The 1970 AMC AMX came standard with an overhead valve 360 cubic-inch V8 offering 290 horsepower. It was mated to a four-speed manual close-ratio gearbox with floor shift controls. AMC listed the fastback coupe at $3,395 and produced a total of 4,116 examples.
For 1970, the AMX received new rear lamps and a newly restyled front end that it shared with the other performance models in the AMC lineup. The grille was flush with the hood and had redesigned bumper housing parking lamps. There were circular rally lights in the horizontally divided, cross-hatched grille. The hood featured a muscular Ram-Air induction scoop that allowed cold air into the engine.
The size of the vehicle was modified; it grew in length by about two inches and shrunk in size by one inch. Standard equipment included a heavy-duty 60-amp battery, courtesy lights, rear traction bar, Space-Saver spare tire, E78-14 blackwall tires, steel styled wheels, 140 mph speedometer, and dual exhaust system.
This was the final year for the original type AMX. The name would continue to be used on the performance models of the Javelin and Hornet. By Daniel Vaughan | Nov 2013
When the Nash-Kelvinator and Hudson Motor Car companies merged in 1954, the result was the American Motors Corporation. Their purpose was to gain economies of scale and to more effectively compete with the dominant Big Three automakers. ....[continue reading]
This AMC AMX Coupe is powered by the 390 CID engine offering 325 horsepower. It has a rare automatic transmission and is one of about 901 cars that were fitted with this feature in 1970. It has the Go Package, power front disc brakes, handling packag....[continue reading]
This AMC AMX is an original Ram Air car powered by a 390 CID V8 delivering 325 horsepower and 420 ft-lbs of torque. There is a 4-speed transmission, Hurst linkage, Golden Lime metallic with black C stripe, twin grip positive traction rear axle, power....[continue reading]
This 1970 AMC AMX was originally painted sonic silver that has been repainted Mercedes-Benz Iridium Silver Metallic. The factory 390 is now outfitted with Edelbrock Performer RPM heads, Air-Gap intake manifold, Comp cam, gear drive, electric fuel pum....[continue reading]
American Motors had a history of producing economy compacts. Their path took a turn when they through its hat into the muscle-car ring in 1968 with the all-new Javelin pony car. The 2-plus-2 coupe instantly established its performance credentials in ....[continue reading]
Chassis #: A0C397X289639
Chassis #: A0M397X209002
Chassis #: A0C397P136345
The AMC AMX, representing American Motors Experimental, was produced in low production numbers produced during the late 1960s and early 1970s. It had similarities to AMC's pony car, the Javelin, but was smaller and had seating for two. The AMX was not only sporty and attractive, but it introduced many 'industry firsts', including being the first production vehicle to use a one-piece injection molded dashboard which greatly improved safety for its occupants. In 1969 and 1970 it was named 'Best Engineered Car of the Year' by the American Automotive Society of Engineers.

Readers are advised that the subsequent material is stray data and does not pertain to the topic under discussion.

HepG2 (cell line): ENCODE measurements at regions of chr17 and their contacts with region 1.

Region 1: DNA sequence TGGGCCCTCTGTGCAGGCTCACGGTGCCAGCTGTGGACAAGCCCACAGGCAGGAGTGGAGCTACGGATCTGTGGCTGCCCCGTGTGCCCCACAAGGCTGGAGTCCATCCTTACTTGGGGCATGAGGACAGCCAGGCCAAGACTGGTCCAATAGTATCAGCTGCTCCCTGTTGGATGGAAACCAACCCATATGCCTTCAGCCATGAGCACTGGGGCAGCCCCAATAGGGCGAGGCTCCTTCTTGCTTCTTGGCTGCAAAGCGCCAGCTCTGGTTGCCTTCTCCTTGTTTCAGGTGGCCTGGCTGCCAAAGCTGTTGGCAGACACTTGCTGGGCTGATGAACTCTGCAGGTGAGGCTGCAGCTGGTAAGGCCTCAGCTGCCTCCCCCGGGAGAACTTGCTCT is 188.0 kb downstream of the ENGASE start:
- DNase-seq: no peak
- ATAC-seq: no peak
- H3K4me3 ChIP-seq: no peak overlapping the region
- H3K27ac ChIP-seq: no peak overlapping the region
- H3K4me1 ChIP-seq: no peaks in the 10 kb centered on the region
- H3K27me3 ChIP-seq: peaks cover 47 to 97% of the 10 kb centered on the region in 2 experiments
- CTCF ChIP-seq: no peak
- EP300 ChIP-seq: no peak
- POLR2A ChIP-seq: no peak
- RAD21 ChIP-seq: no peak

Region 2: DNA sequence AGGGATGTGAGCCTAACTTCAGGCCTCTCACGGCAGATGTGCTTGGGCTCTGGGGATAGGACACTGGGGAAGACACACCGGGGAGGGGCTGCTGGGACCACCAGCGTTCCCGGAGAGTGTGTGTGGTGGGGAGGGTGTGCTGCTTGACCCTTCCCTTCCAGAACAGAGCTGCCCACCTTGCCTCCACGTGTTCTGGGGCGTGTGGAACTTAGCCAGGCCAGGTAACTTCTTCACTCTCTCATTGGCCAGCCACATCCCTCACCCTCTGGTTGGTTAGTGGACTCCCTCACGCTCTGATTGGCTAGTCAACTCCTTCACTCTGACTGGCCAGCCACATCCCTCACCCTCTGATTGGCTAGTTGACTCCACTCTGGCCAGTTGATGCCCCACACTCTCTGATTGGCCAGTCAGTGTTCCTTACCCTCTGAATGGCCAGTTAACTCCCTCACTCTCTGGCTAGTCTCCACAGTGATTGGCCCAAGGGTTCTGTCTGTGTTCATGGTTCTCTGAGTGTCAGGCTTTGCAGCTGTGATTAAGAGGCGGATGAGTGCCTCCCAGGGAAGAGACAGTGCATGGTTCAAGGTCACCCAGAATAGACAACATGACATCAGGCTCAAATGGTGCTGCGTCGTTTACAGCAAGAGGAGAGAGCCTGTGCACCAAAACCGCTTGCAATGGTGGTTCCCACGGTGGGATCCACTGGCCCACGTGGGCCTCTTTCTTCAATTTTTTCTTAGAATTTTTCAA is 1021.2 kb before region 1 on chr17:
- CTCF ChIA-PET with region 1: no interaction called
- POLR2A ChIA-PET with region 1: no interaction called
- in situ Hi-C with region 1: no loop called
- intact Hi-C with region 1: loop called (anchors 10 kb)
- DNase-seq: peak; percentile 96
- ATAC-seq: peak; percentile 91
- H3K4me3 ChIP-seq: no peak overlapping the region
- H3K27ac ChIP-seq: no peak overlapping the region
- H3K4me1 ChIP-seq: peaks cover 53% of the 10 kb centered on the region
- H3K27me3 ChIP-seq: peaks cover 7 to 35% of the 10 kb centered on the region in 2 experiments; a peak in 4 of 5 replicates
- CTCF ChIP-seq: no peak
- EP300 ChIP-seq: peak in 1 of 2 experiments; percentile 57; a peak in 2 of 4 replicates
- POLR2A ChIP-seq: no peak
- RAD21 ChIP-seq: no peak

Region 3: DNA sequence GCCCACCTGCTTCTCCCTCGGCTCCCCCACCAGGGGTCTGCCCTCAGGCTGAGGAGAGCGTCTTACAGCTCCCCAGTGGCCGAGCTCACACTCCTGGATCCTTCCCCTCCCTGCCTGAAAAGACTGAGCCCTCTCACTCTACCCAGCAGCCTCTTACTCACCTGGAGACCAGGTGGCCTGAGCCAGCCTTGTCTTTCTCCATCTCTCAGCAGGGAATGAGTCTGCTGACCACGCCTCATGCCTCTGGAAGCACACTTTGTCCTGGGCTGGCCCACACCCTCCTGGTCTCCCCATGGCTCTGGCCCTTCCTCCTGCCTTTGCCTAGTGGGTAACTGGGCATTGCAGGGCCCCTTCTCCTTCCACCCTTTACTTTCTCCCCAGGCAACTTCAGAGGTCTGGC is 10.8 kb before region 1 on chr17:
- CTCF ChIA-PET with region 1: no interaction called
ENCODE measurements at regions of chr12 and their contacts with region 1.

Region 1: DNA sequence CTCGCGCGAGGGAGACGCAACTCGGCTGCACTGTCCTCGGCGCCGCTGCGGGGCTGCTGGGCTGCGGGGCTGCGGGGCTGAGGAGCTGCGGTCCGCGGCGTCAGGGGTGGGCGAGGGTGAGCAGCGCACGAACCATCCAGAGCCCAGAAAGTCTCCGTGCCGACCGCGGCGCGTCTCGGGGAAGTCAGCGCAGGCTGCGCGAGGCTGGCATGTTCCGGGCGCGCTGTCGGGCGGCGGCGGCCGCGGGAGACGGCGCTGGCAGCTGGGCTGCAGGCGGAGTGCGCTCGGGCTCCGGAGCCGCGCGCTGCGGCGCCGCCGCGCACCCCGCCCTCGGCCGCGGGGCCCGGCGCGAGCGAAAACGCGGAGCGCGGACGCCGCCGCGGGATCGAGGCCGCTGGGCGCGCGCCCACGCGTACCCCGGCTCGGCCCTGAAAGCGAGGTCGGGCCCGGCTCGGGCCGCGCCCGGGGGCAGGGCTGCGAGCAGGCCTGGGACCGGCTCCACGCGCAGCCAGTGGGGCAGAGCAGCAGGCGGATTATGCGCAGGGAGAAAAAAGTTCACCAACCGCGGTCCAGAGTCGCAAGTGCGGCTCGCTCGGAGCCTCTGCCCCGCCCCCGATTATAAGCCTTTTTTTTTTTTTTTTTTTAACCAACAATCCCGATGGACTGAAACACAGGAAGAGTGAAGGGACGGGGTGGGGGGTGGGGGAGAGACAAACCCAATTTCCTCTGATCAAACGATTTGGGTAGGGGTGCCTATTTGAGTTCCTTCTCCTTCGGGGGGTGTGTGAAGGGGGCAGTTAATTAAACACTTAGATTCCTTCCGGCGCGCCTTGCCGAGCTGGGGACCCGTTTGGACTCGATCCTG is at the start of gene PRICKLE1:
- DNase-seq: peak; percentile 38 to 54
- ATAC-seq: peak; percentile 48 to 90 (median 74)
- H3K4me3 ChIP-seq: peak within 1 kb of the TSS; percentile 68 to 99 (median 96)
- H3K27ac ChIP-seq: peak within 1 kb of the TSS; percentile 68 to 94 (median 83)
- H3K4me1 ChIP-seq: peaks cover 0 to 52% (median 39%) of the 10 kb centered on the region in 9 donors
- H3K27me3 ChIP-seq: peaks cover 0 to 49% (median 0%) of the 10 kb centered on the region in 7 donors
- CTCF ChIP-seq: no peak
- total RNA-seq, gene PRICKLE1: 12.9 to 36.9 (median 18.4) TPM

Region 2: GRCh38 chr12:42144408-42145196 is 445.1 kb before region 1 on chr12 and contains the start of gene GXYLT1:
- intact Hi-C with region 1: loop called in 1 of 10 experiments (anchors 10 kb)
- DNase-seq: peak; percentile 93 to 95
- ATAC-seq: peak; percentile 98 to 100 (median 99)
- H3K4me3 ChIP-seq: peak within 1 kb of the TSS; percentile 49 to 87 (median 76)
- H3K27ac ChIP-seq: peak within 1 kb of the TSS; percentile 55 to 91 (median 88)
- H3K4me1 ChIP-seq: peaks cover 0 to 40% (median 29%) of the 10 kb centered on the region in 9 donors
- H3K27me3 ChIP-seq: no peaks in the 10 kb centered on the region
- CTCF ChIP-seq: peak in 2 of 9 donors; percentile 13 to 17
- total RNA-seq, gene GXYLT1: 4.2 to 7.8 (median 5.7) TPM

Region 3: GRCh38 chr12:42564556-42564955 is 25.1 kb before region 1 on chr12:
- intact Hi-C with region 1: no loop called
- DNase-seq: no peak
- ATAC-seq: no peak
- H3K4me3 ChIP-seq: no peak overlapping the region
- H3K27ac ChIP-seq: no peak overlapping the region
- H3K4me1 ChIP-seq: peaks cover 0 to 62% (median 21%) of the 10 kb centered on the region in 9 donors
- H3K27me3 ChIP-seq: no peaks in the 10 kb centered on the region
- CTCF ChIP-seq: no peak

There were multiple engines available to the buyer. From 1968 through 1970 a four-barrel carbureted eight-cylinder engine could be had in 290, 343, 360 and 390 cubic-inch flavors. Power was sent to the rear wheels courtesy of the standard T-10 four-speed manual gearbox. Dual exhaust and a special traction bar were also included as standard equipment. Adding to the sporty persona were extra wide tires which provided extra traction and enhanced performance.
In 1968 AMC produced 6,725 examples of the AMX. The following year 8,2963 were produced and in 1970 sales dipped to 4,116. There were 52 examples of the Hurst-modified SS/AMX drag strip racing versions. These are highly sought after in modern times as collector cars.
The AMC AMX was popular on the racing circuit, especially at drag strips. The potent engines and wide tires made them very competitive. The AMX captured the Super Stock Championship title multiple years. Craig Breedlove, a renowned driver with years of experience and many titles was hired by AMC to help further the career performance of the AMX. He did so by breaking over 100 records including the 24 hour average speed record which he averaged 130 mph. The previous record had been 103 mph.
From 1971 through 1974 the AMX name was used on the Javelin indicating the performance option. It was used again in 1977 as a performance option on the Hornet. The following year it was applied to the Concord and in 1979 and 1980 it appeared on the Spirit.
There were three concept versions of the AMX created, known as the AMX/1, AMX/2, and AMX/3. The first operational AMX prototype was debuted in 1966 and resided for a number of years in the Talledega Speedway museum. Two rolling prototypes were made of the AMX/2, with one being used for many years atop of a pole of a used car dealership. In 1970 AMC commissioned ItalDesign to create a mid-engined high-performance version of the AMX, dubbed the AMX/3. The design was mostly by AMC designer Richard 'Dick' Teague and production was done at the former Bizzarrini factory located in Turin, Italy. Only six versions were created from 1969 through 1972. Located mid-ship was a 390 cubic-inch AMC V8 capable of producing 340 horsepower. A custom made OTO Melara five-speed manual gearbox was used and top speed was achieved at 160 mph. By Daniel Vaughan | May 2006Recent Vehicle Additions
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